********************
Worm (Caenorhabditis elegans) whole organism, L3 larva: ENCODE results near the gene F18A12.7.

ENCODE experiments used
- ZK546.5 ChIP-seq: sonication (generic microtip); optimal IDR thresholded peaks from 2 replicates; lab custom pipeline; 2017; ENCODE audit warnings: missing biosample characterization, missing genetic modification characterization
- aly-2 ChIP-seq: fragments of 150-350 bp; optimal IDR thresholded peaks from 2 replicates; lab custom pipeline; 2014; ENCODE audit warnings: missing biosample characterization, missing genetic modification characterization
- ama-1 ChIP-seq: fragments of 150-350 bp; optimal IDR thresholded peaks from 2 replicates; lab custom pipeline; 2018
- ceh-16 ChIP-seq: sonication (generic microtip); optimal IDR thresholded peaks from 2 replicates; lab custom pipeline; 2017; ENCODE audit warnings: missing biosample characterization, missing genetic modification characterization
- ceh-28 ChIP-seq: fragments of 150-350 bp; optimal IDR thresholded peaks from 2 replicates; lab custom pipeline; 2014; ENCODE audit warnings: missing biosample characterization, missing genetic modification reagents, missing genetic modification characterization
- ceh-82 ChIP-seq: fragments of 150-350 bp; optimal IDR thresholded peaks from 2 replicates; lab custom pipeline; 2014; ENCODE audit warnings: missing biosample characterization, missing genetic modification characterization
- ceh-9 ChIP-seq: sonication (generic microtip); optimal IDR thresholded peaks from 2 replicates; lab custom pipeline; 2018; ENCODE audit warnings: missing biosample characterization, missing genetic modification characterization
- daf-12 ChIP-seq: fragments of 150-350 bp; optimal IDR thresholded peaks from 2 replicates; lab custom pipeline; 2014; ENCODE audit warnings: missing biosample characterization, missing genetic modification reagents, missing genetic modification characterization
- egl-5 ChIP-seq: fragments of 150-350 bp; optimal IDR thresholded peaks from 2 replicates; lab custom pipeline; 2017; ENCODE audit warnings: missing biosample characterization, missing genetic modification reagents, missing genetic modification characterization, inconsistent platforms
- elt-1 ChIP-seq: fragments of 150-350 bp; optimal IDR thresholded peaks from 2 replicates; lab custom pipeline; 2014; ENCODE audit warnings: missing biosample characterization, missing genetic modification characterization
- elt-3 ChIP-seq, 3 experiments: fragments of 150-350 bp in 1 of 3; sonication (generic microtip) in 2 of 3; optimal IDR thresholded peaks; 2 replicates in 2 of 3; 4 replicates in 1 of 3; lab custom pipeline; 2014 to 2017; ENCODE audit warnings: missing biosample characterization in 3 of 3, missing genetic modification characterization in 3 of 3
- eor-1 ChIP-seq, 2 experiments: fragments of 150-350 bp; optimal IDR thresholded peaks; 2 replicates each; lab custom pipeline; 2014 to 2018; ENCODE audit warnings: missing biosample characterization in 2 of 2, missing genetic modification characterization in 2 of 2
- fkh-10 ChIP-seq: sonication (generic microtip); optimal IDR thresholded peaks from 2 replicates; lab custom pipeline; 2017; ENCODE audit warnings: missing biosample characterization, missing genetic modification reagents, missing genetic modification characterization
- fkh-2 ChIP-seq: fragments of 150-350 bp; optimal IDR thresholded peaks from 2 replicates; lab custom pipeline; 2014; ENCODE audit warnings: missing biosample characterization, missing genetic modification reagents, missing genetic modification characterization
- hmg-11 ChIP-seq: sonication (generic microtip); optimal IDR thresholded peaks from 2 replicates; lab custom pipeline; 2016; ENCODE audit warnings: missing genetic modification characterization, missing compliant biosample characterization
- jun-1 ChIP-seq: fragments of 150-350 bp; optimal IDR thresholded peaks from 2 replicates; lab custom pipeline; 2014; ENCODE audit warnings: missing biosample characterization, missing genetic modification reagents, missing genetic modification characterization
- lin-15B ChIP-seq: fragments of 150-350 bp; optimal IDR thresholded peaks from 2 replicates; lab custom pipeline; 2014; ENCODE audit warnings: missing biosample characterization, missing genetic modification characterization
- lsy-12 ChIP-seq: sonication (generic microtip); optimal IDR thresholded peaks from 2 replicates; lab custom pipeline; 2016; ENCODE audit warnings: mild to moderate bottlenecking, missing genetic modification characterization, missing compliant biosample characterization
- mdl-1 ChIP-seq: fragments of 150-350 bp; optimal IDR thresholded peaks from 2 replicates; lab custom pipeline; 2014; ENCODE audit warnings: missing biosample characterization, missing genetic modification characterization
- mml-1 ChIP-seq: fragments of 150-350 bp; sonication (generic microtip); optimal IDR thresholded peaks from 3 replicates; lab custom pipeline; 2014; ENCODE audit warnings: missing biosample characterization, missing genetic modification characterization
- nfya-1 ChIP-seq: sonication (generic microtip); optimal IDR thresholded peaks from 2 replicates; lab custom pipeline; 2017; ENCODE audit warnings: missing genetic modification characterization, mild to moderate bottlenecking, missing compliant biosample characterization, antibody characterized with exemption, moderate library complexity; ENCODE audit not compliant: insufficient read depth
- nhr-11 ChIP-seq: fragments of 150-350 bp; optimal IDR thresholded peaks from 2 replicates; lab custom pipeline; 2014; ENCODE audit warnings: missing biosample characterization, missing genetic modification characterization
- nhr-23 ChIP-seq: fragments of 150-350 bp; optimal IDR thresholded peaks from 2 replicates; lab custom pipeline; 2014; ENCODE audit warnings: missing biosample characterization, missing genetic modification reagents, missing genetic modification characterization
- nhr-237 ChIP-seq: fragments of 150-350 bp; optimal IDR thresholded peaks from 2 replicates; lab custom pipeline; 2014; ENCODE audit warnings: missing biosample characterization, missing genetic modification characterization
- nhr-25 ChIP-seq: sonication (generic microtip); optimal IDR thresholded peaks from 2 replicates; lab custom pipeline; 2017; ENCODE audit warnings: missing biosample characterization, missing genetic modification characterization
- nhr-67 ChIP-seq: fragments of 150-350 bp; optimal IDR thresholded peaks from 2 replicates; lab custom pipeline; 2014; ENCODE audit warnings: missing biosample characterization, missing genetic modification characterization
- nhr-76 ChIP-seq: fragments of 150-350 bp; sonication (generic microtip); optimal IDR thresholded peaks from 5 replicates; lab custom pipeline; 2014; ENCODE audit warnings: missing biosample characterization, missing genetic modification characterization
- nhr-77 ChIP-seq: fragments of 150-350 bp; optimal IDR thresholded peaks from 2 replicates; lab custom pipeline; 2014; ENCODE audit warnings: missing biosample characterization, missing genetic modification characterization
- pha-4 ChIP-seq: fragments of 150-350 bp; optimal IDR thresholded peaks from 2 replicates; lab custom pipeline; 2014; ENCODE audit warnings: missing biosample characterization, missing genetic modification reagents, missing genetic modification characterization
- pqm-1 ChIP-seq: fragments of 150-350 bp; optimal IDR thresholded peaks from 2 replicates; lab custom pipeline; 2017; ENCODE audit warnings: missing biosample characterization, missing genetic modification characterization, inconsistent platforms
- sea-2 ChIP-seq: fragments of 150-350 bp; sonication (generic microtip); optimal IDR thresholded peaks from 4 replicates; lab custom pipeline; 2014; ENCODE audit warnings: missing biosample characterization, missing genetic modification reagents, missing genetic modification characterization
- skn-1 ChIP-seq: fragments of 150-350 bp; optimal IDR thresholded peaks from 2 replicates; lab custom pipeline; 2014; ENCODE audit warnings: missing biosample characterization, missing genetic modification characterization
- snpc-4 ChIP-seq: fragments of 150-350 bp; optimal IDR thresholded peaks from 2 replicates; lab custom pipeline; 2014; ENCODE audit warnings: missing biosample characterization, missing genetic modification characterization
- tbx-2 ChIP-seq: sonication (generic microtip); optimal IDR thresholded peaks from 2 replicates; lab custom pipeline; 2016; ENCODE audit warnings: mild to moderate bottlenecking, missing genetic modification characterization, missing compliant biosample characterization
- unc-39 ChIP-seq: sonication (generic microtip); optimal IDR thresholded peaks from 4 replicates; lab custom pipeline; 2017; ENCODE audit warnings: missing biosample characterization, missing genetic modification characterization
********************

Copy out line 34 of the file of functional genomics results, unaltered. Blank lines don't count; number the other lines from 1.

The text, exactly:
- skn-1 ChIP-seq: fragments of 150-350 bp; optimal IDR thresholded peaks from 2 replicates; lab custom pipeline; 2014; ENCODE audit warnings: missing biosample characterization, missing genetic modification characterization